Amerijet International Miami, Santiago de los Caballeros, Santo Domingo
DHL AviationAntigua
FedEx Feeder
operated by Mountain Air Cargo
San Juan

Accidents and incidents[edit]

  • On 2 May 1970, ALM Flight 980, a McDonnell Douglas DC-9CF crashed into the ocean in bad weather, killing 22 of the 57 passengers in addition to one crew member. The cause was found to be fuel exhaustion, due to several attempts to land the aircraft. The aircraft was not recovered.
  • On 21 December 1972, a De Havilland Canada Twin Otter operated by Air Guadeloupe on behalf of Air France crashed at night into the ocean near Sint Maarten, en route from Guadeloupe; all 11 passengers on board, along with both pilots, died.
  • On 30 October 2014, Skyway Enterprises Flight 7101, a Shorts SD-360 on behalf of FedEx, registration N380MQ performing flight SKZ-7101 from Sint Maarten (Dutch Caribbean) to San Juan (Puerto Rico) with 2 crew, was climbing out of Sint Maarten's runway 28 when the aircraft lost height and impacted waters about 2 nautical miles (3.7 km; 2.3 mi) off the coast (end of runway) at about 18:35L (22:35Z). Both pilots died.[citation needed]
  • On 13 July 2017, a 57-year-old woman from New Zealand was holding on to the fence at Runway 10. A Departing Boeing 737 was lined up on that runway; as it departed, the woman lost her grip on the fence and the plane's jet blast threw her backward, either hitting the asphalt on the traversing roadway behind her or a concrete curb. She died as a result of a fatal head injury. This was the first fatality at the airport from "riding the fence", which is when people hang on to the chain-link fence at the end of Runway 10 as an aircraft departs, attempting to withstand jet blast.[29]

In popular culture[edit]

  • Princess Juliana International Airport is the airport featured in the free demo version of Microsoft Flight Simulator X. In the full version of the program, it is the destination on the mission called "Caribbean Landing" where you land a regional jet on runway 10.
  • The History Channel program Most Extreme Airports ranks Princess Juliana Airport as the 4th most dangerous airport in the world.[30]

See also[edit]


  1. ^ a b on:Princess Juliana International Airport, visited 20 December 2011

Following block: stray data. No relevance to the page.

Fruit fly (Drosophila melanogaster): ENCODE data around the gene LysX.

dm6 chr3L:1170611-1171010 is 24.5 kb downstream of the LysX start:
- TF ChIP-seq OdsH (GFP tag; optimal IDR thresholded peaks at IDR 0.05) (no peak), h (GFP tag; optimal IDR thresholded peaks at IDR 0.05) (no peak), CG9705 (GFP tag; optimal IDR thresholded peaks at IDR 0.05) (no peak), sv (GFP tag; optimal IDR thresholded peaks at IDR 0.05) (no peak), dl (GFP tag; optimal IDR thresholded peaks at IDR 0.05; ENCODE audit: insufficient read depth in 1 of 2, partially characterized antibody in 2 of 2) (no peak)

2. ^ Annual Report 2015, visited 2 March 2016
  3. ^ Sammy Said (25 April 2013). "All About the Princess Juliana International Airport in Saint Martin Island". The Richest. 
  4. ^ Company website with PJIAE Masterplan Archived 20 March 2012 at the Wayback Machine., visited 21 December 2011
  5. ^ Masterplan Phase I: 1997–2001 Archived 7 September 2011 at the Wayback Machine., visited 21 December 2011
  6. ^ PJIAE Masterplan Phase II, visited 21 December 2011
  7. ^ PJIAE Masterplan: Phase III Archived 7 September 2011 at the Wayback Machine., visited 21 December 2011
  8. ^ Adams, Marilyn. "Rising costs reshaping air travel across the USA". USA Today. Retrieved 10 May 2008. 
  9. ^ Lesova, Polya (6 May 2008). "Goldman Sachs: Oil Prices May Hit $150–$200 a Barrel". Fox Business Network. Archived from the original on 11 December 2008. Retrieved 8 May 2008. 
  10. ^ Whipple, Tom. "The Peak Oil Crisis: The Half-Life For Air Travel". Retrieved 10 May 2008. 
  11. ^ - "Cult airport St. Maarten loses Boeing 747" (German) 5 July 2016
  12. ^
  13. ^ - "World famous St Maarten airport destroyed by Hurricane Irma" 6 September 2017
  14. ^ "Rebuilding of SXM Airport Terminal Building Will Commence Soon". Princess Juliana International Airport Operating Company. 5 October 2017. Retrieved 15 October 2017. 
  15. ^ KLM Royal Dutch Airlines (2015-02-02), KLM Cockpit Tales: Part 3 - Big plane, short runway, retrieved 2018-09-17 
  16. ^ "AirNav: TNCM - Princess Juliana International Airport". Retrieved 2018-09-17. 
  17. ^ Soo Kim (4 October 2017). "The Caribbean's most spectacular airport has reopened". Telegraph. 
  18. ^ "Passenger jet blasts boy 10 metres through the air". NewsComAu. Retrieved 2018-09-17. 
  19. ^ Katherine Scott (10 July 2018). "Travellers slammed for 'close call' plane stunt at famous beach". Nine. 
  20. ^ a b c PJIA website: PJIAE Company Profile Archived 4 March 2012 at the Wayback Machine., 2007, visited 20 December 2011
  21. ^ "Princess Juliana International Airport". Retrieved 28 November 2016. 
  22. ^ "Air Canada expands 737 MAX 8 network in W18". 1 August 2018. Retrieved 1 August 2018. 
  23. ^ "Air France to transfer St. Maarten route to Joon". 19 July 2018. Retrieved 2 August 2018. 
  24. ^
  25. ^ "Saint Maarten's New JetBlue Mint Flights are a Big Score for Island, Neighbors". 26 July 2018. Retrieved 28 July 2018. 
  26. ^
  27. ^
  28. ^ "Air France moves St. Maarten service to JOON Aug - Oct 2018". 12 July 2018. Retrieved 2 August 2018. 
  29. ^ "{title}". Archived from the original on 16 July 2017. Retrieved 14 July 2017. 
  30. ^ Most Extreme Airports; The History Channel; 26 August 2010

External links[edit]

Media related to Princess Juliana Airport at Wikimedia Commons